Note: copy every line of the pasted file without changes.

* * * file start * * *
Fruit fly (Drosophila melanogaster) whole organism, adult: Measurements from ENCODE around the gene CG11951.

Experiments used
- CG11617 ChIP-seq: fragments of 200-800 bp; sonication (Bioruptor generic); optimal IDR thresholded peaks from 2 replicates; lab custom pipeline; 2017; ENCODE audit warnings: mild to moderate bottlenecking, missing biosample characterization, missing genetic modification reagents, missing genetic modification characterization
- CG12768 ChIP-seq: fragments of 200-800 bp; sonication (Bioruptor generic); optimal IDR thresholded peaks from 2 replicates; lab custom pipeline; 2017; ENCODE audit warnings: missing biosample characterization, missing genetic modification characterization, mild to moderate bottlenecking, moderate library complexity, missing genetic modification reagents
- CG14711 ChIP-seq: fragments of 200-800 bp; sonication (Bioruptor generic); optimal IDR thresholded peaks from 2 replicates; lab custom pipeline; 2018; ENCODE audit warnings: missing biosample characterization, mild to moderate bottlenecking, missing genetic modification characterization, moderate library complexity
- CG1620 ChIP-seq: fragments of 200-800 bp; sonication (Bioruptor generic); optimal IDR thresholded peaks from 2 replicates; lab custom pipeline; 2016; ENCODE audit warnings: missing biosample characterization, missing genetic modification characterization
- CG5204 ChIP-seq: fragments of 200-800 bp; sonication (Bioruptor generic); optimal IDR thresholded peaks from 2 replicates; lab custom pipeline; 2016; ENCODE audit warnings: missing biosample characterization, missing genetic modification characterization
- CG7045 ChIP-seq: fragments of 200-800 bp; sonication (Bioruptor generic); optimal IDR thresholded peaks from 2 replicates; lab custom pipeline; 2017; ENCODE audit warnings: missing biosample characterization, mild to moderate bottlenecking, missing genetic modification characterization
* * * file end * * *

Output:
Fruit fly (Drosophila melanogaster) whole organism, adult: Measurements from ENCODE around the gene CG11951.

Experiments used
- CG11617 ChIP-seq: fragments of 200-800 bp; sonication (Bioruptor generic); optimal IDR thresholded peaks from 2 replicates; lab custom pipeline; 2017; ENCODE audit warnings: mild to moderate bottlenecking, missing biosample characterization, missing genetic modification reagents, missing genetic modification characterization
- CG12768 ChIP-seq: fragments of 200-800 bp; sonication (Bioruptor generic); optimal IDR thresholded peaks from 2 replicates; lab custom pipeline; 2017; ENCODE audit warnings: missing biosample characterization, missing genetic modification characterization, mild to moderate bottlenecking, moderate library complexity, missing genetic modification reagents
- CG14711 ChIP-seq: fragments of 200-800 bp; sonication (Bioruptor generic); optimal IDR thresholded peaks from 2 replicates; lab custom pipeline; 2018; ENCODE audit warnings: missing biosample characterization, mild to moderate bottlenecking, missing genetic modification characterization, moderate library complexity
- CG1620 ChIP-seq: fragments of 200-800 bp; sonication (Bioruptor generic); optimal IDR thresholded peaks from 2 replicates; lab custom pipeline; 2016; ENCODE audit warnings: missing biosample characterization, missing genetic modification characterization
- CG5204 ChIP-seq: fragments of 200-800 bp; sonication (Bioruptor generic); optimal IDR thresholded peaks from 2 replicates; lab custom pipeline; 2016; ENCODE audit warnings: missing biosample characterization, missing genetic modification characterization
- CG7045 ChIP-seq: fragments of 200-800 bp; sonication (Bioruptor generic); optimal IDR thresholded peaks from 2 replicates; lab custom pipeline; 2017; ENCODE audit warnings: missing biosample characterization, mild to moderate bottlenecking, missing genetic modification characterization